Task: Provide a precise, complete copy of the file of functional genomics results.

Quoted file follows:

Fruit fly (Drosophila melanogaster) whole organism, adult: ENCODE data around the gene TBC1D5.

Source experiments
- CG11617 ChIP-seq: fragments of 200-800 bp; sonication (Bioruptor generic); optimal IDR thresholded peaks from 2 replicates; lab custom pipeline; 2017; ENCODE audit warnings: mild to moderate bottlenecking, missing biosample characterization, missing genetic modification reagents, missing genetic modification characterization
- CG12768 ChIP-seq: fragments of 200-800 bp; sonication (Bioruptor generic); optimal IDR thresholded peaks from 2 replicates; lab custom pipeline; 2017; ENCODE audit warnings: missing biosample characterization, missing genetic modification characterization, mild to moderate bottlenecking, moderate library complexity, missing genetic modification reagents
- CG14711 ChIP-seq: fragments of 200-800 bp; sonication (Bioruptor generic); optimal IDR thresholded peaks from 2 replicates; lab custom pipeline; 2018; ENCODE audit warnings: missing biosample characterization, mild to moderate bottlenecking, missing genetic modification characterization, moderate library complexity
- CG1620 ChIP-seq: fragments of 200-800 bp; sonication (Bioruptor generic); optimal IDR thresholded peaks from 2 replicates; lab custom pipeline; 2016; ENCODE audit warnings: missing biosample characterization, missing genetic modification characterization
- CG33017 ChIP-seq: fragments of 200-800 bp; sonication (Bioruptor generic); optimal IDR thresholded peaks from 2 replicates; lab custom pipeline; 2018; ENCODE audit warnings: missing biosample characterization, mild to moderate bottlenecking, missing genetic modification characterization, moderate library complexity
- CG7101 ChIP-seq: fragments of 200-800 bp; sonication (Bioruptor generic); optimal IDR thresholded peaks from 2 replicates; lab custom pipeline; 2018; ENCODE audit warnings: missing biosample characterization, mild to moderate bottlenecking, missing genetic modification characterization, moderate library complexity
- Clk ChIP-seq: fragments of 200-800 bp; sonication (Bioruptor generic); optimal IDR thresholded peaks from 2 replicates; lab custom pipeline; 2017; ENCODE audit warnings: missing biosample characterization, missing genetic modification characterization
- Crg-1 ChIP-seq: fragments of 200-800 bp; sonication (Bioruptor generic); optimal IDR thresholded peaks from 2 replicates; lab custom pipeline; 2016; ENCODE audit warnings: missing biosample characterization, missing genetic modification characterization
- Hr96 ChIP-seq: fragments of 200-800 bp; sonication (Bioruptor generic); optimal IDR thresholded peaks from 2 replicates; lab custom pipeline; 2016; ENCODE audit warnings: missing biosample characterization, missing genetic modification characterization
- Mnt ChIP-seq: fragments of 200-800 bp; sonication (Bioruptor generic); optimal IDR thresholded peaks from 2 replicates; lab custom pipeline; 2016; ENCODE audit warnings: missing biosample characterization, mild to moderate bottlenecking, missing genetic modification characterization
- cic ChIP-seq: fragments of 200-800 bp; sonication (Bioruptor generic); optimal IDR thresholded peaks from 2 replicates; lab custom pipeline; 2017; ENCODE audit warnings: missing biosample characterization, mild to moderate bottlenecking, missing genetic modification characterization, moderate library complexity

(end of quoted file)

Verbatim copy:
Fruit fly (Drosophila melanogaster) whole organism, adult: ENCODE data around the gene TBC1D5.

Source experiments
- CG11617 ChIP-seq: fragments of 200-800 bp; sonication (Bioruptor generic); optimal IDR thresholded peaks from 2 replicates; lab custom pipeline; 2017; ENCODE audit warnings: mild to moderate bottlenecking, missing biosample characterization, missing genetic modification reagents, missing genetic modification characterization
- CG12768 ChIP-seq: fragments of 200-800 bp; sonication (Bioruptor generic); optimal IDR thresholded peaks from 2 replicates; lab custom pipeline; 2017; ENCODE audit warnings: missing biosample characterization, missing genetic modification characterization, mild to moderate bottlenecking, moderate library complexity, missing genetic modification reagents
- CG14711 ChIP-seq: fragments of 200-800 bp; sonication (Bioruptor generic); optimal IDR thresholded peaks from 2 replicates; lab custom pipeline; 2018; ENCODE audit warnings: missing biosample characterization, mild to moderate bottlenecking, missing genetic modification characterization, moderate library complexity
- CG1620 ChIP-seq: fragments of 200-800 bp; sonication (Bioruptor generic); optimal IDR thresholded peaks from 2 replicates; lab custom pipeline; 2016; ENCODE audit warnings: missing biosample characterization, missing genetic modification characterization
- CG33017 ChIP-seq: fragments of 200-800 bp; sonication (Bioruptor generic); optimal IDR thresholded peaks from 2 replicates; lab custom pipeline; 2018; ENCODE audit warnings: missing biosample characterization, mild to moderate bottlenecking, missing genetic modification characterization, moderate library complexity
- CG7101 ChIP-seq: fragments of 200-800 bp; sonication (Bioruptor generic); optimal IDR thresholded peaks from 2 replicates; lab custom pipeline; 2018; ENCODE audit warnings: missing biosample characterization, mild to moderate bottlenecking, missing genetic modification characterization, moderate library complexity
- Clk ChIP-seq: fragments of 200-800 bp; sonication (Bioruptor generic); optimal IDR thresholded peaks from 2 replicates; lab custom pipeline; 2017; ENCODE audit warnings: missing biosample characterization, missing genetic modification characterization
- Crg-1 ChIP-seq: fragments of 200-800 bp; sonication (Bioruptor generic); optimal IDR thresholded peaks from 2 replicates; lab custom pipeline; 2016; ENCODE audit warnings: missing biosample characterization, missing genetic modification characterization
- Hr96 ChIP-seq: fragments of 200-800 bp; sonication (Bioruptor generic); optimal IDR thresholded peaks from 2 replicates; lab custom pipeline; 2016; ENCODE audit warnings: missing biosample characterization, missing genetic modification characterization
- Mnt ChIP-seq: fragments of 200-800 bp; sonication (Bioruptor generic); optimal IDR thresholded peaks from 2 replicates; lab custom pipeline; 2016; ENCODE audit warnings: missing biosample characterization, mild to moderate bottlenecking, missing genetic modification characterization
- cic ChIP-seq: fragments of 200-800 bp; sonication (Bioruptor generic); optimal IDR thresholded peaks from 2 replicates; lab custom pipeline; 2017; ENCODE audit warnings: missing biosample characterization, mild to moderate bottlenecking, missing genetic modification characterization, moderate library complexity